A federal judge sentences the former president of Roger Williams Medical Center (RI) to three years in prison for corruptly employing a former state senator to advance the medical center’s interest in the General Assembly. Supposedly Robert A. Urciuoli paid former Rhode Island state senator John Celona $260,000 in consulting fees in return for taking steps to support legislation favorable to Roger Williams and to kill bills deemed unfavorable. In October, Urciuoli was found guilty of 35 counts of mail fraud.

If you are a healthcare informatics specialist, you have one of the hottest jobs right now. According to the president and CEO of the American Medical Informatics Association, the recent passage of the ARRA legislation is creating a need for as many as 70,000 health informaticians.

E-mail Inga.

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Currently there are "9 comments" on this Article:

  1. ARRA is drawing companies into healthcare that have had zero interest previously…

    Actually that’s not a bad idea, I spent over 25 years in sales and management with Fortune 500 companies in that business before I came to healthcare, and one thing I have to say, they take technology seriously and jump on it. when I came to healthcare I thought I had gone back in time a bit, and I’m speaking over 10 years ago here. Similar solutions with technology and data movement that I took for granted in the logistics business were missing in healthcare.

    Many of my ideas were not re-creating the wheel, but rather modifying for some of the same processes for use in healthcare.

  2. Re: The MBA school students and their “war game predictions”: Looks like a lot of very linear thinking. Is that what they foster in the “big-name MBA schools” these days? No wonder our banks, brokerage houses and so many other MBA-laden institutions are so ordinary…or even dysfunctional.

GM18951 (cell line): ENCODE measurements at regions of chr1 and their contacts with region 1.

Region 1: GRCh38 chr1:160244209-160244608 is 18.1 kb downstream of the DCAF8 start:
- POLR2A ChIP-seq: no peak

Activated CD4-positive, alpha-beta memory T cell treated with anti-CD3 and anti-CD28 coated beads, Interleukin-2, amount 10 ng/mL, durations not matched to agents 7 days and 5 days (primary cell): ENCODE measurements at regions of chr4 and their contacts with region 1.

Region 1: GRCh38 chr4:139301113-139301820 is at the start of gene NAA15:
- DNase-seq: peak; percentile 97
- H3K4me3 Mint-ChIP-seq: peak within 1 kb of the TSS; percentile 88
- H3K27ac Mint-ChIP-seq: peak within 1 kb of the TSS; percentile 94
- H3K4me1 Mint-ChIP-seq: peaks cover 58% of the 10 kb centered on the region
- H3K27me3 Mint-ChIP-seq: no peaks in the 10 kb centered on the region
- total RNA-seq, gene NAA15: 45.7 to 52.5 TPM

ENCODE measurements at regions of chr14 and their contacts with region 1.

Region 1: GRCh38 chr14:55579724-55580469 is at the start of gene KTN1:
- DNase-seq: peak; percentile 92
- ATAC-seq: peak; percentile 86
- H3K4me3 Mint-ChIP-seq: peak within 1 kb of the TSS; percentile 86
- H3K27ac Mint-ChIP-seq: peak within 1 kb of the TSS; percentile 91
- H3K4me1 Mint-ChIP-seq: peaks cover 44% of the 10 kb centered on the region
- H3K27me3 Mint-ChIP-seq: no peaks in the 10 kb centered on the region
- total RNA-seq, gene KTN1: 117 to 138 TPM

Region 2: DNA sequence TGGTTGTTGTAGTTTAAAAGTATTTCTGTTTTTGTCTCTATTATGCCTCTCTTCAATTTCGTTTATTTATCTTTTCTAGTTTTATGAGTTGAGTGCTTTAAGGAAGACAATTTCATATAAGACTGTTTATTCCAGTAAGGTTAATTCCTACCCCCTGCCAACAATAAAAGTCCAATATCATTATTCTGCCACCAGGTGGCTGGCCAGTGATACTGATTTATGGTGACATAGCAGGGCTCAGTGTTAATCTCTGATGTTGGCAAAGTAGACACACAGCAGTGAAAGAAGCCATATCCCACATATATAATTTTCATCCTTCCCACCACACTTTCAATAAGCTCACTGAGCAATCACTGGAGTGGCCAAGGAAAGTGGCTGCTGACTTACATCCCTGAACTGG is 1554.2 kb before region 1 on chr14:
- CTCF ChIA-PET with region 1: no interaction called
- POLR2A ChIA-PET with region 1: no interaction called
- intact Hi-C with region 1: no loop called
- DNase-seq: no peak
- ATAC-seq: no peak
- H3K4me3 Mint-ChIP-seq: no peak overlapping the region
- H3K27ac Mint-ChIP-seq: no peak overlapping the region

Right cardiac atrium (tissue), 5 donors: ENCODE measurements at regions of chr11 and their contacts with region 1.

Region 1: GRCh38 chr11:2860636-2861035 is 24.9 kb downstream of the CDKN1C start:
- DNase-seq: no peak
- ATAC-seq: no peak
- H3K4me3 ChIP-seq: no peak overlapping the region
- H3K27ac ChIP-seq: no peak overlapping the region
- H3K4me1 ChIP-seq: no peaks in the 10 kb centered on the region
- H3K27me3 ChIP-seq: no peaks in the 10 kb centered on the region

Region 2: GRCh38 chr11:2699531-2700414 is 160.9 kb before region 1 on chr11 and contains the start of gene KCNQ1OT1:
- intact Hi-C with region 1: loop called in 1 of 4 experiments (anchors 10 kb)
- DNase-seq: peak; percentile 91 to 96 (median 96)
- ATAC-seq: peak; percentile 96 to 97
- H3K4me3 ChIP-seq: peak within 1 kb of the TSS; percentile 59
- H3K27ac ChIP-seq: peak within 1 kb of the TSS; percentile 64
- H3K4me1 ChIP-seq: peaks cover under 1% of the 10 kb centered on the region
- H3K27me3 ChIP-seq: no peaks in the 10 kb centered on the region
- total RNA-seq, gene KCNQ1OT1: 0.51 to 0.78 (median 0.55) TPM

As an MBA from a non-big-name school (a demanding work-study program I wouldn’t trade), it would have been more heartening to see something bolder, more non-linear or insightful. These predictions are like betting the favorite at a horse race, or predicting “cold” in the winter, or that retail stores will sell more merchandise during the Christmas season than any other season.

    True “war games” deal with outcomes, tactics and scenario planning (I’m also ex-military). And our healthcare system truly is at War. How about predictions such as what the adoption level of EMR will be in the next three years if CCHIT remains the “certification standard” going forward (given the failure rate is near 50% now)?

    Or what the reasons for “EMR resistance” will continue to be, even with all the stimulus incentives on the table…and how that problem will/can be solved (surely it can’t just be funding)?

    Or maybe even predict what it will take to eliminate the key root causes of EMR failure/adoption rate by producing Pareto Chart-type data of those root causes. Oh…those causes won’t be the same for all sizes of practices, surgical vs. non-surgical, in-patient vs. out patient, Orthopedic vs internal medicine, “fee-for-service based practice vs. salaried/hospital-based providers?

    Every single article and submission on the stimulus bill seems to be driven from the “data” perspective….what functionality must a product have, how must it “share” data within the medical eco-system, it must report quality measures, etc. Before that data can be “reported” or “shared”, it must be gathered—that’s the role of the provider in the exam room. Where is the voice of busy, practicing physicians themselves—mysteriously under-represented on HITSP, the CCHIT committee, etc—to say “How do we make EMR more usable for practitioners?”, “How do we make it easy to implement and not force physicians to change the way they practice medicine” or “Show me the data that looks broadly at those who have implemented EMR systems and documents that the ROI is worth the time, money and losses I will encounter the first year?” The 80+% of physicians that haven’t adopted yet are still asking those questions…who’s going to answer them?

    Landmark studies documenting EMR shortcomings are many; landmark studies documenting EMR benefits are non-existent. All EMR “success stories” seem to be selective by vendor, offering a small percentage of its clients. Why is that? Alternatives like Hybrid EMR are much more effective and successful. Why-?–usability.

    Somebody needs to address these issues “pro forma”, not “ex post facto”…because here’s a prediction from a non big-school MBA: If we don’t, over the next 5 years, we’re going to waste billions or dollars in taxpayer money, generously available in the stimulus bill.